- Uninsured and Underinsured Motorist Coverage: This will pay for damages if you, a family member or a designated driver are hit by a driver who is uninsured or underinsured. Requirements for this coverage vary by state. In states where the coverage must be offered but can be rejected, your declarations page should note “insured rejects” if you have waived the coverage.
Policy Terms Can Be Confusing
Because insurance policies are written in legal language, they can be confusing. All policies have a “Definitions” section that defines specific words used in the policy. “The ‘Definitions’ section is extremely important as the terms contained there will define who is insured, what is insured, and when it is insured. You will need to refer back to the definition page often,” advises Kristofer Kirchen, with Advanced Insurance Managers.
Defined words will be bolded in the policy. Here are a few key terms:
- Family Member: Take note of what is considered a family member or insured driver. “Ideally this should read ‘an or any insured’ which is a broad definition, not “the insured” which is a much more narrow definition,” warns Amy Bach with United Policyholders.
If your policy only notes “the insured” or “named insured” under the coverages section, you have a restrictive policy that does not extend coverages to those who are not specifically listed on the policy. This means your vehicle isn’t protected if a relative borrows your car and gets into an accident.
- Covered Autos: Some policies may not cover damage to “substitute vehicles,” which would include a loaner or rental car.
- Actual Cash Value (ACV): Collision and comprehensive policies usually pay out the actual cash value, which means that the insurance company will determine the market value of the car at the time of loss. If the car is newer, this amount may be less than you owe on the vehicle, as new cars depreciate quickly. Gap insurance could prevent a large discrepancy in the amount you owe compared to the amount you receive.
- After-market Parts: These are parts made by a company other than the auto manufacturer. You can add an original equipment manufacturer (OEM) endorsement to your policy so only OEM parts are used to repair your vehicle – but you’ll pay more for this option. For example, if your classic car was damaged in an accident, the allotment for OEM parts would be used in the repairs.
Keep an eye out for words and phrases such as “does not apply to,” “except,” “all,” and “however.” These words can proceed or follow coverage explanations and drastically change the meaning. If you discover words you don’t understand, check the definitions page or contact your insurer or agent for clarification.
Read the Insuring Agreement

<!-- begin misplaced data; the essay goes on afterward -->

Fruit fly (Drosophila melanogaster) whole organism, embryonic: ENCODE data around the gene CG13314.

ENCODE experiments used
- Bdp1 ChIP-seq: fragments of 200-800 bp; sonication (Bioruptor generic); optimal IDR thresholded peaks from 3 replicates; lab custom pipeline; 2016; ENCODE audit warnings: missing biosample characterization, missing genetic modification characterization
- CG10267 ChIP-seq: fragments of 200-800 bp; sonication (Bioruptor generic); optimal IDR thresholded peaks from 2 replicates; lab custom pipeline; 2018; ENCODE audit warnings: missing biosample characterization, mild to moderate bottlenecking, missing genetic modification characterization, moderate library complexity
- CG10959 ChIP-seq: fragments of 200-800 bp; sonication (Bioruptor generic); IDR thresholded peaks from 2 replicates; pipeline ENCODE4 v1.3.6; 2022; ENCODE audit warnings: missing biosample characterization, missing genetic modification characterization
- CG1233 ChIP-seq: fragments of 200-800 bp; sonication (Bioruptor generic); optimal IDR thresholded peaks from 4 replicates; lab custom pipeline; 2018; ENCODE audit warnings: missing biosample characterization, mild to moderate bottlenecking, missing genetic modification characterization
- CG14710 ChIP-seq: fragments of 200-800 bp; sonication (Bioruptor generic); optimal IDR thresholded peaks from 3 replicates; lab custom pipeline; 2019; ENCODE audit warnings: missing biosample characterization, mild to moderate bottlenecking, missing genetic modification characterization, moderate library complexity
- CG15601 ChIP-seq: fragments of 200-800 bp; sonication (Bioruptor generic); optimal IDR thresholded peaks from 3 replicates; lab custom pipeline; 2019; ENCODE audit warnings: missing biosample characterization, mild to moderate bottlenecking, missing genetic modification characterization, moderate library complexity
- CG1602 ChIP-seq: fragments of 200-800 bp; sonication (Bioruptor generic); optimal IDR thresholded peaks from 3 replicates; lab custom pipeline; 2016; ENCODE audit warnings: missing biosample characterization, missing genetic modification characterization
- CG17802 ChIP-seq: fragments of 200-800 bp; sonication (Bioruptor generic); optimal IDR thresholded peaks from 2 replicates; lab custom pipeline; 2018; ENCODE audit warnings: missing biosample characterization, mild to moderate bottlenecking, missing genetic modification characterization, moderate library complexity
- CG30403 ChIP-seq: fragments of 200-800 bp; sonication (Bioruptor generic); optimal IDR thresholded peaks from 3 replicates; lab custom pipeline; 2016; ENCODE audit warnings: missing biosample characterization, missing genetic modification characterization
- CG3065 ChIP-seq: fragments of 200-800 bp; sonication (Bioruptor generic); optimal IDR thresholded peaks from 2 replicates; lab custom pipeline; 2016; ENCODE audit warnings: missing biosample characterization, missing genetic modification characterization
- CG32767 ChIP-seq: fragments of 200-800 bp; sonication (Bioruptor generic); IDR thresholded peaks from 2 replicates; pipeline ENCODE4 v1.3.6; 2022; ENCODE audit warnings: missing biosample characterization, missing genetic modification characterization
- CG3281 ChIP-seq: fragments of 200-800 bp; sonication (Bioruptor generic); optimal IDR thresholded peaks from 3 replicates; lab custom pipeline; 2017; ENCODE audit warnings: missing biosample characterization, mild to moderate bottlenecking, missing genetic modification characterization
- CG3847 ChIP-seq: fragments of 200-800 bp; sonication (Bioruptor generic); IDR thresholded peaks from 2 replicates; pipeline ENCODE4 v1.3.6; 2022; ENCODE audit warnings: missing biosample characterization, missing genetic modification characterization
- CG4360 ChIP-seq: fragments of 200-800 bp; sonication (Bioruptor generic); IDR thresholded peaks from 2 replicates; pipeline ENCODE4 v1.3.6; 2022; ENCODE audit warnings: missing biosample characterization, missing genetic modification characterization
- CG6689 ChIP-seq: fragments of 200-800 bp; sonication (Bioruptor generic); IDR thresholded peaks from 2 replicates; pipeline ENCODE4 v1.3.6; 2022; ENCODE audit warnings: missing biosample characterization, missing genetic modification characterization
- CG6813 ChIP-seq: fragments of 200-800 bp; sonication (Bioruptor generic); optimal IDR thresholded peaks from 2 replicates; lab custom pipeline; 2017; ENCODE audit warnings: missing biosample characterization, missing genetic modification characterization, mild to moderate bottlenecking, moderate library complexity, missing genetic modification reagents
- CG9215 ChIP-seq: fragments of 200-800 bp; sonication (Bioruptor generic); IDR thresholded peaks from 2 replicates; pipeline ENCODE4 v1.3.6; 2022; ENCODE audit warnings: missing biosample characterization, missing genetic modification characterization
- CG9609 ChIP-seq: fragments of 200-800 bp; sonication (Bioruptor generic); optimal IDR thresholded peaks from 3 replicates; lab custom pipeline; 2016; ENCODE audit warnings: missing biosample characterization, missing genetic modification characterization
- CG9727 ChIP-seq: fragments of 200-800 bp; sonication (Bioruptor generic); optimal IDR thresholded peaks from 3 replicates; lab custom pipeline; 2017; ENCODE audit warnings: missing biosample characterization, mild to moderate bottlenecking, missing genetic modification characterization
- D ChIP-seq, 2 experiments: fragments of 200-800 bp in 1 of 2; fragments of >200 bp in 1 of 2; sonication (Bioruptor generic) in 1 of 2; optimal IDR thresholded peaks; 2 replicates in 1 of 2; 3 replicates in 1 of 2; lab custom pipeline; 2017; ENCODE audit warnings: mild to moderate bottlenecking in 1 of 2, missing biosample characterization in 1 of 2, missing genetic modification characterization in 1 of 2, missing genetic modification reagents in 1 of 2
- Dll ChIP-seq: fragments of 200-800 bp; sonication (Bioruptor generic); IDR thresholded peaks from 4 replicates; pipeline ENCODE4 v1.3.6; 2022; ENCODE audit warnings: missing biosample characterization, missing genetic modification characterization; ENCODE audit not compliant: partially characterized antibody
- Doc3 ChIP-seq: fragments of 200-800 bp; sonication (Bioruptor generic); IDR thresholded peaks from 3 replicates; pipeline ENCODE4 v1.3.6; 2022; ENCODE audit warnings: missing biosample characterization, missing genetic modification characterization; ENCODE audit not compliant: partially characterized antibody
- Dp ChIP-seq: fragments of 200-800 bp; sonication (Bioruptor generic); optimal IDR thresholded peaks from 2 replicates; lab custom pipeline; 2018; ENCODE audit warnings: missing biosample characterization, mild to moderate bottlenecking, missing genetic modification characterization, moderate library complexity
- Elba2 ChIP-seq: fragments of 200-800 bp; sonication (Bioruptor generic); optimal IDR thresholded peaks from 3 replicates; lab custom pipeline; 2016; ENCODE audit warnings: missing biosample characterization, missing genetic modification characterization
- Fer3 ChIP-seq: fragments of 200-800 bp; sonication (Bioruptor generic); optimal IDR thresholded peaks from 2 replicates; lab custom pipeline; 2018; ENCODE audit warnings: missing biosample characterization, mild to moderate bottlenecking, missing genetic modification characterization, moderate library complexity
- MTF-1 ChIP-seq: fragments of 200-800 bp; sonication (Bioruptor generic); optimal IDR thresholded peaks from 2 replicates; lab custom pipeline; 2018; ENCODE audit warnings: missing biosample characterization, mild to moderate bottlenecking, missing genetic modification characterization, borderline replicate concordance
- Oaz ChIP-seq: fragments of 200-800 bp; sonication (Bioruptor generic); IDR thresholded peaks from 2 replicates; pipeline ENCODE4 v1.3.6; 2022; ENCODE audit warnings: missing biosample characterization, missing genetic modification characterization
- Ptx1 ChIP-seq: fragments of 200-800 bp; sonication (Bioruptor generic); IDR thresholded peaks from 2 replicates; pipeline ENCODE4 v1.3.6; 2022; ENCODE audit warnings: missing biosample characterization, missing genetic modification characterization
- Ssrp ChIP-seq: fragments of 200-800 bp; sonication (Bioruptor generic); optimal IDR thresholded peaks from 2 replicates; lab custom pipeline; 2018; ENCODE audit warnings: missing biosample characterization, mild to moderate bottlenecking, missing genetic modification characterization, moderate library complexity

Car insurance policies will have an insuring agreement for each coverage type: liability, uninsured/underinsured, medical/PIP and collision and comprehensive. “The insuring agreement is the actual binding contract that governs whether or not coverage is afforded in the event of a loss,” explains Kirchen. It defines what is covered and how it is covered. Here are a couple of tips from Kirchen about reading your policy:
- If the policy refers to another section when describing coverage, read the referred to section immediately to ensure there are no exclusions.
- Pay particular attention to the exclusions in each section and the exclusions that apply to the policy as a whole. Exclusions can have a major impact on a claim.
Items listed on your policy as an “exclusion” are NOT covered. Common exclusions include the following examples, with a note of what section of the policy they are considered:
- Intentional damage to others, bodily injury or property damage (liability)
- Property damage to your own property (liability)
- Damages caused by your vehicle being used for livery purposes (liability)
- Damages caused by using your vehicle for business purposes (liability)
- Intentional damage to your own vehicle (collision and comprehensive)
- Damage done to your vehicle by war, bio-chemical attack, nuclear exposure (collision and comprehensive)
- Personal items that are not permanently installed in your insured vehicle (collision and comprehensive)
- Any vehicle used for competing in any pre-arranged or organized racing or speed contest (liability, plus collision and comprehensive)
If you have a restrictive policy, there may be more exclusions, such as not allowing permissive drivers or extending coverage to rental vehicles.
If you have any questions regarding your current policy or wish to make any changes, call and speak to one of our American Heritage Insurance Group agents. We can make sure you have the coverages you need.
Article By: Mark Vallett